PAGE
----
Monday, 29 November 2010

Frosty Day

frozen puddle
across Grove Field

 Here in Essex we escaped the heavy snowfall yesterday and instead we awoke to a beautiful frosted landscape. There was no wind and the sun was out some of the time making it a good day for a quick walk around the fields.

Sunday, 28 November 2010

Christmas is coming, the geese are getting fat ...

At Christmas time we sell geese and turkeys produced by Howard Blackwell of Coggeshall. If you are driving near Herons Farm during the autumn slow down to look at the geese as they graze in the paddock by the farm. Yesterday morning Howard was featured on the Farming Today programme on Radio 4, explaining how he rears his geese. If you're interested, listen on the BBC i-player.

Monday, 22 November 2010

Hunt the Christmas Tree

searching for the tree

found it
This morning we've been choosing a Christmas tree with children from a local nursery group. We searched through the trees to find a tree the right size and finally the children found the tree with the Christmas fairy perched in the branches. The tree was measured to make sure it would fit into the nursery, then cut down and carried back to the barn where it was netted up.

Friday, 12 November 2010

Green Tomatoes

 I've pulled out the tomato plants in the greenhouse, hung the peppers from the roof in the hope that they'll ripen and opened the greenhouse door for the chickens. The ground outside is wet at the moment so the hens will go into the greenhouse, eat the last of the squashed tomatoes and scratch in the dry dirt having dust baths and sit around taking the sun like old ladies at the seaside.

The tomatoes have been stripped from the rather withered looking plants and red ones were made into tomato soup, with a few left for sandwiches and if I have the time and inclination I'll make some tomato and onion sauce for the freezer. The green tomatoes have been made into mincemeat, which sounds disgusting but is surprisingly good in mince pies or made into a large tart with a coconut topping.

The recent wind has blown most of the leaves off the trees so everywhere is looking rather bare. There are a few apples still on the trees but I picked up some windfalls and used them with my ever dwindling supply of walnuts to make some walnut & apple bread.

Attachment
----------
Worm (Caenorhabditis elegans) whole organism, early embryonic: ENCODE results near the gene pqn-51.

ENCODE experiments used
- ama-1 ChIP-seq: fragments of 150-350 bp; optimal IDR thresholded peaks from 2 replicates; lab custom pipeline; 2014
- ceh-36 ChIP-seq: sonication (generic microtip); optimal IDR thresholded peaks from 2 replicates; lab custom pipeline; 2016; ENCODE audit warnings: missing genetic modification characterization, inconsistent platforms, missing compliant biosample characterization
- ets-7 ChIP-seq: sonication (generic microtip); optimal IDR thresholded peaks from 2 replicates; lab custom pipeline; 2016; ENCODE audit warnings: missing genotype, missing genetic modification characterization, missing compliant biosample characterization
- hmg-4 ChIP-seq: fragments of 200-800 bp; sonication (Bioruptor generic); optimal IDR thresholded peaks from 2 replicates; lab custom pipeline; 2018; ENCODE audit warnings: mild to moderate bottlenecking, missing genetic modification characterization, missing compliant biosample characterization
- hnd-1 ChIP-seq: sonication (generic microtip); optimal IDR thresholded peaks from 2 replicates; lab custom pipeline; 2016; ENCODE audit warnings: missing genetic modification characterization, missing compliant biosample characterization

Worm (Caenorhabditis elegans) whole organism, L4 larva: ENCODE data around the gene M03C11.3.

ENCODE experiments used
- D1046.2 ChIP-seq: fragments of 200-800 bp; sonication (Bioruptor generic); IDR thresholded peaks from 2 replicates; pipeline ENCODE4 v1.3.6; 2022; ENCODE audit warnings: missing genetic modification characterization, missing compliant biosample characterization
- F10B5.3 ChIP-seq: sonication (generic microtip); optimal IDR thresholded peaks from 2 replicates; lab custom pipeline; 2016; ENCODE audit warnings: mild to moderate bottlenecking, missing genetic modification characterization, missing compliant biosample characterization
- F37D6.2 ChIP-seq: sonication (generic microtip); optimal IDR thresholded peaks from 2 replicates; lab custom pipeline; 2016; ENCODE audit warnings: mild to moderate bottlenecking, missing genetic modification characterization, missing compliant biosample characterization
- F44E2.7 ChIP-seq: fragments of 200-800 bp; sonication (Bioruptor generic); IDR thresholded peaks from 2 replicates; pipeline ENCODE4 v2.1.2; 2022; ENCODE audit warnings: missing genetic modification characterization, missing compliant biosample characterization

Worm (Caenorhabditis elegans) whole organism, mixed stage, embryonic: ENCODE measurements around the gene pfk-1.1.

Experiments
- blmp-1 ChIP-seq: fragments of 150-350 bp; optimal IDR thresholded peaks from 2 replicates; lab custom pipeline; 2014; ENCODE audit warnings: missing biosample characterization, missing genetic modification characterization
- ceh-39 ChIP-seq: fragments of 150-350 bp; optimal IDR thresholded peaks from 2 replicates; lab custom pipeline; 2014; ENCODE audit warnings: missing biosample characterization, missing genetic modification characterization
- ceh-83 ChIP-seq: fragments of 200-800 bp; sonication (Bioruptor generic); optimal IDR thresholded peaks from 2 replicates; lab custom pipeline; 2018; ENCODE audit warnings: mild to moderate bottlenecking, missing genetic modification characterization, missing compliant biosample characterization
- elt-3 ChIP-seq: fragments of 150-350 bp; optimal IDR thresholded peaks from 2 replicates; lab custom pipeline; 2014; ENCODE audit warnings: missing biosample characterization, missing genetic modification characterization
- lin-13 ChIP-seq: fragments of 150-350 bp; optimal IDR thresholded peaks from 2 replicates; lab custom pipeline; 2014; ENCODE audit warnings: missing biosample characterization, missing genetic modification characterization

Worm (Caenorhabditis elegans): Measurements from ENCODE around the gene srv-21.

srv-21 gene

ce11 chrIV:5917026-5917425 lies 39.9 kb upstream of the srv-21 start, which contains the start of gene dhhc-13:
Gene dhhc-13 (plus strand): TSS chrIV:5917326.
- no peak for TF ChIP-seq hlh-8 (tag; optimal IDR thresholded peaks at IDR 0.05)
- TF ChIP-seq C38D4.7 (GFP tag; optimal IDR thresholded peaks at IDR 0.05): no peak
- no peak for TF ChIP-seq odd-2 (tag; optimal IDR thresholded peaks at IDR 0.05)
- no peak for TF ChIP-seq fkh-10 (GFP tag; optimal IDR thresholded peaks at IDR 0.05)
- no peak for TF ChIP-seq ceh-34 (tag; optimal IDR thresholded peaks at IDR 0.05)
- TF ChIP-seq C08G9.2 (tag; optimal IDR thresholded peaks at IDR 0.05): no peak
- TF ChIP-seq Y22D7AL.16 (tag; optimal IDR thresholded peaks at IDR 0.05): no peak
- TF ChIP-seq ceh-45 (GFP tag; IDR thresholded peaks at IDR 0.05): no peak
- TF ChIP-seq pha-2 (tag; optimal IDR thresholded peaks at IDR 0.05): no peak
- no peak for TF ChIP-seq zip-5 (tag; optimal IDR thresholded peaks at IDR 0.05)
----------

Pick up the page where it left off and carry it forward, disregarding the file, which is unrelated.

Starting to prepare for Christmas trees

tagging trees for customers
It's only just over a fortnight until we open for Christmas trees, so preparations are in full swing. Orders are coming in from schools and businesses and one or two people needing very large outdoor display trees have come along to the plantation to choose the one they'd like cut down.

Tuesday, 2 November 2010

Sloe Gin

There's been a bumper crop of sloes in the hedgerows this year and I've watched the sloes ripen in the summer, with their beautiful blue bloom that has gradually turned purple and almost black through the autumn until they're ready to pick. The berries look so attractive it's hard to believe they can be so astringent but a tentative bite through the purple skin to the green flesh below will dry your mouth out.

Culpeper recommended sloes for a sore mouth and to fasten loose teeth, but I think they're best used in a mix of fruits to make hedgerow jelly or best of all, in sloe gin. After several years of experimenting with different amounts of sugar, I've decided the best way to make sloe gin is to nick the skins of the sloes with a sharp knife (or stab with a needle) and put them into a demi-john to the half way mark. Top up with gin (probably about 3 litres) and then split three or four vanilla pods, scrape the seeds into the gin and then throw in the pods. The demi-john is then sealed and left in the kitchen for a week and given a shake every day before putting into a cool, dark cupboard for at least three months, though in reality it's usually left until I start searching for the demi-john to make the next batch. The gin then needs to be strained into bottles and sweetened with a little sugar if it's to be drunk straight away. Sloe gin mellows as it ages, so if I'm storing it for a while, I don't put any sugar it when I first bottle it as what tastes right when I'm bottling can taste distinctly syrupy a year or two later. You can drink the gin three months after it's been made but it's definitely better after a year; we have one bottle left of 2006 vintage that we're drinking at the moment and it is glorious.

Picking Sloes

Did you know that the name Great Slamseys originates from the Old English meaning "enclosure of the sloe (tree) hill"?